If you are about to embark on the task of developing a Master’s thesis in Computer Science, then this document may be of interest to you. The scope of this document is very narrow and deals only with certain features of thesis development that are unique to the field of Computer Science. For more general information, you should consult sources such as Strunk and White’s Elements of Style [3 ], Turabian’s Student’s Guide for Writing College Papers [4 ], and the University’s guide to thesis preparation.
Before we get into the heart of the matter, you should ask yourself if you have the background and skills required to successfully complete a thesis in Computer Science. The next section lists some of the skills you will be expected to possess.
While there are no hard and fast rules that guarantee you have the background and skills required to complete a thesis in Computer Science, there are some indicators. Here is a list of some of these indicators.
- A good grade point average. This indicates that you have basic academic skills. It is difficult to specify an exact cut-off, but a 3.2 on a 4.0 scale is a reasonable minimum.
- The ability to write in the English language. Practice writing. Effective communication is essential in all disciplines. If you need help, contact the Language Institute or English Department.
- The ability to express yourself orally. You will be asked to present lectures on your work at the Computer Science seminar.
- Mastery of the computer language in which you will develop your program. You should not look at your thesis work as an opportunity to learn how to program. You should be very familiar with the operating system you will use and system utilities such as editors, document formatters, debuggers, etc.
- The ability to work with others. You must be able to work with your thesis advisor, and you may need to work with other faculty and students as well.
- The ability to take direction. Your thesis advisor will give you guidance, but you must do the work.
- The ability to conduct literature surveys. You must insure that your work is current and relevant even though it may not be original or unique.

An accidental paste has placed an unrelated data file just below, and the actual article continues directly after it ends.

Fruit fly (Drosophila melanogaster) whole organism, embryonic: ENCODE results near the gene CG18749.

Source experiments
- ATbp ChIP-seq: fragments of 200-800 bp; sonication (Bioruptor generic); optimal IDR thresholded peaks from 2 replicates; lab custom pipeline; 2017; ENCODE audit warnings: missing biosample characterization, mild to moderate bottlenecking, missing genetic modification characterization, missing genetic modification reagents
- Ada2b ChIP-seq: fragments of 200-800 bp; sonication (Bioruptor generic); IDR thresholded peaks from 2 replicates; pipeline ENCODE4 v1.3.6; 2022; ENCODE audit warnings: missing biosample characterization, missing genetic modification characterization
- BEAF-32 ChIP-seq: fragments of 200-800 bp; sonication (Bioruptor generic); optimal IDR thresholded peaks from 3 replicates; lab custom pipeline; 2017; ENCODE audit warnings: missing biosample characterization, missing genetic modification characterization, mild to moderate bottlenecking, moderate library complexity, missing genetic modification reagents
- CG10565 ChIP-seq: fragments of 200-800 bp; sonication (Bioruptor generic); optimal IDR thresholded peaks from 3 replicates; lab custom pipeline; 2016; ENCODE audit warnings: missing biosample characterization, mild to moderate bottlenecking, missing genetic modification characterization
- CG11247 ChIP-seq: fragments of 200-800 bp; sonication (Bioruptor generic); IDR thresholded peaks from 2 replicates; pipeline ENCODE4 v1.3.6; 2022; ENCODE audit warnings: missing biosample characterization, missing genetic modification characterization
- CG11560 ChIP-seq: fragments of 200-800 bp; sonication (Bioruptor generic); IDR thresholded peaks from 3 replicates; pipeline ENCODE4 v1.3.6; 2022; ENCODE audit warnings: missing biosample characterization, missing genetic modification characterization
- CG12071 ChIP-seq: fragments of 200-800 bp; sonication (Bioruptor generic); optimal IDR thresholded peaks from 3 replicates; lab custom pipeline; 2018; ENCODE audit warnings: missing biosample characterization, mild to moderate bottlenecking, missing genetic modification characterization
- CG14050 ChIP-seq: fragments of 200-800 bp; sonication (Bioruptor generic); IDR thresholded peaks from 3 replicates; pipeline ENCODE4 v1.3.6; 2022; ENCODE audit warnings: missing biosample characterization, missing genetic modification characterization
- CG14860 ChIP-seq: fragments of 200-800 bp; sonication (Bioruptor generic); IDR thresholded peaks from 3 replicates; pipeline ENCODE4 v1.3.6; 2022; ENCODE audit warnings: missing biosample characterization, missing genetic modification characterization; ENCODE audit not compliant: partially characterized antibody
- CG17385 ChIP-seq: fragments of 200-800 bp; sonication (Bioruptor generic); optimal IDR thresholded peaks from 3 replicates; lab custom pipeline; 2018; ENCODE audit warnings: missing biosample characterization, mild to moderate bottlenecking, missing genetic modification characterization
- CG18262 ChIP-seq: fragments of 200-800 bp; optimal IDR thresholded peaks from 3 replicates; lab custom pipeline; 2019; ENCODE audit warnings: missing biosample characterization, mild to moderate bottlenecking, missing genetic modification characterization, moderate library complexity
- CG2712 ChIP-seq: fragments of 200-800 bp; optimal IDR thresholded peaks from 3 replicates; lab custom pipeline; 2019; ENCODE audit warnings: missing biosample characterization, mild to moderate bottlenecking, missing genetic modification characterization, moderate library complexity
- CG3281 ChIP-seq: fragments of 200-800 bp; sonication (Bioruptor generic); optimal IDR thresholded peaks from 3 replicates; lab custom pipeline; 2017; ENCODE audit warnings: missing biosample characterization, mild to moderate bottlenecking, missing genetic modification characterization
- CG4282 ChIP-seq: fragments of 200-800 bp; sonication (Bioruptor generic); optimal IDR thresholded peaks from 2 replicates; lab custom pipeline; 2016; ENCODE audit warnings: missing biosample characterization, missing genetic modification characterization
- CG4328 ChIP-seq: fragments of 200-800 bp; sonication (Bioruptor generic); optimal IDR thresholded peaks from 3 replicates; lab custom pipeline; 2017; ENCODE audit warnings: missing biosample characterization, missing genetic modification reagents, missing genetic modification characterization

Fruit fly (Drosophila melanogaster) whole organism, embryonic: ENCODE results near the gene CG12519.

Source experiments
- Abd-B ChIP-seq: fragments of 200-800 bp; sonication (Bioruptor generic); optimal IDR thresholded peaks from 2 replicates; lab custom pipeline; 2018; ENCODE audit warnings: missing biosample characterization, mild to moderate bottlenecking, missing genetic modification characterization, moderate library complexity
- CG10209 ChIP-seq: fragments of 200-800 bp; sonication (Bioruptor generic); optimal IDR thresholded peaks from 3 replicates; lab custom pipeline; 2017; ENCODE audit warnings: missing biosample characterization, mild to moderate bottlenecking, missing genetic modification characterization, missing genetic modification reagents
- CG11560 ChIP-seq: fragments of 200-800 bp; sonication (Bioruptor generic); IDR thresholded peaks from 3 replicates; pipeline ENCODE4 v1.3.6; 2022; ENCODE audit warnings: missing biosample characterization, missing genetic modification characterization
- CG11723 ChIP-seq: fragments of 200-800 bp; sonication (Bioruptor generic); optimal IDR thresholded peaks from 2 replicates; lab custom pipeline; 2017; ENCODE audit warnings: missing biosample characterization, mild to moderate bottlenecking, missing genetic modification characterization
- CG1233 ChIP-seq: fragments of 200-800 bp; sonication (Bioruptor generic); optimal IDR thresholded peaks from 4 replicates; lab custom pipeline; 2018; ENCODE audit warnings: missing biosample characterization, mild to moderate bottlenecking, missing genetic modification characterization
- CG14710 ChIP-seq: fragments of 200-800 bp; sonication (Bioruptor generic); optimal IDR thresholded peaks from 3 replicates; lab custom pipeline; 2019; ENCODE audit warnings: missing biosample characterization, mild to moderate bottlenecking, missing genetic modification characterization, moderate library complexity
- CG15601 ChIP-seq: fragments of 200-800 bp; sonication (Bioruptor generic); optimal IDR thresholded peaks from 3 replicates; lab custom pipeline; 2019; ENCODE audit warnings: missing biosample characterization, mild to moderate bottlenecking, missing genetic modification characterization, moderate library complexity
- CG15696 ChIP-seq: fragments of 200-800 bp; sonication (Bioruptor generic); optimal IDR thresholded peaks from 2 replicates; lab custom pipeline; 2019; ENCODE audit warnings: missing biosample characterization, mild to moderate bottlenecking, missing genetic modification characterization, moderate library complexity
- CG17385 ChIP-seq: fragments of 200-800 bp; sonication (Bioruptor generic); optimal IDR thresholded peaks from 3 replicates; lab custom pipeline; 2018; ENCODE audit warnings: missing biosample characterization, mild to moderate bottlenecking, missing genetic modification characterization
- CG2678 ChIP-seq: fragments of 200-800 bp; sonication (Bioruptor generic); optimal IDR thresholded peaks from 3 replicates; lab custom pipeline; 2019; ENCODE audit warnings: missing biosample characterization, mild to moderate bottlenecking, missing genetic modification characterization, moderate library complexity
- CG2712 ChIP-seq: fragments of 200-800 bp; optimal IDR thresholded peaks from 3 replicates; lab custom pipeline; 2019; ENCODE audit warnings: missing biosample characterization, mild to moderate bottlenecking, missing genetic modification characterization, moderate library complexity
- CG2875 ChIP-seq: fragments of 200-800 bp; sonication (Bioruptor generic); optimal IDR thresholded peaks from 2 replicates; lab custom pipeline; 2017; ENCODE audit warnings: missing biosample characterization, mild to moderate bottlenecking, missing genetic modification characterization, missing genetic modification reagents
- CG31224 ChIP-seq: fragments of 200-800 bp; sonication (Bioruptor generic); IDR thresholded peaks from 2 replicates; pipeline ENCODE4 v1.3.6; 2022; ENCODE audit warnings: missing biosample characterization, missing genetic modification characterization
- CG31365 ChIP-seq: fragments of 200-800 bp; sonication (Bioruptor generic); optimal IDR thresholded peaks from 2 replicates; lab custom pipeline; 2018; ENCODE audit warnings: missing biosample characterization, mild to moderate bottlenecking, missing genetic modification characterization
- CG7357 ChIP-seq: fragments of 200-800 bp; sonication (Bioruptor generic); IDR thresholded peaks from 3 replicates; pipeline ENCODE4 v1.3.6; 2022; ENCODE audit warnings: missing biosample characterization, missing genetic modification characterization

- The ability to integrate ideas from various areas. This is key to a thesis. Extracting items of interest from many sources and generating new information by integrating these items in new ways is the essence of writing a thesis.
- The ability to think independently. Your work must be your own. Your advisor will not tell you what to do at every step, but will only suggest a direction. The rest is up to you.
- The ability to perform when imprecise goals are set for you, that is, you must be self-directed.
Most theses in Computer Science consist of two distinct parts: (1) writing a significant program, and (2) writing a paper that describes your program and why you wrote it. The intent of this document is to guide you in how to do these two things. Of course, you will need to have taken certain courses, read certain books and journal articles, and otherwise perform some basic research before you begin writing your program or thesis. If your thesis does not involve writing a program, you can skip section 3.
Presumably you have a thesis topic, and it is time to start developing a program that will implement or demonstrate your ideas about this topic. You have learned how to write programs in previous courses, but usually the program you will write for your thesis is more involved than other programs you have written. Thus, it is important to use good software engineering techniques.
The requirements document explains what your program is to do. Often the requirements will be quite vague. For example, “the system must be fast,” or “the system must be user-friendly.” You’ll want to write a set of requirements that can serve as a contract specifying what is expected of your program. What’s in a requirements document? Abstractly, the answer is very simple: a statement of valid input to the program and a statement of the corresponding output. Your software will operate on some data and derive computed data. The requirements document will clearly state what the input data and output data will be. The requirements document tells what your program will do from the user’s perspective.
The specification document explains what the requirements are, but more precisely than the requirements document itself. It restates the requirements from the point of view of the developer. The specifications are explicitly and precisely stated. They are statements that you can design to and test for. Essentially, the specifications define a function from the set of all possible data input to the data output by your program.
The preliminary design document explains how you are going to fulfill the specifications. It is written before you write the program and should include a list of algorithms you will use, major data structures, a list of major functions, their inter-relationships, and the steps you will use to develop your program. Stepwise refinement and information hiding concepts should be used in developing the program, producing a detailed design document.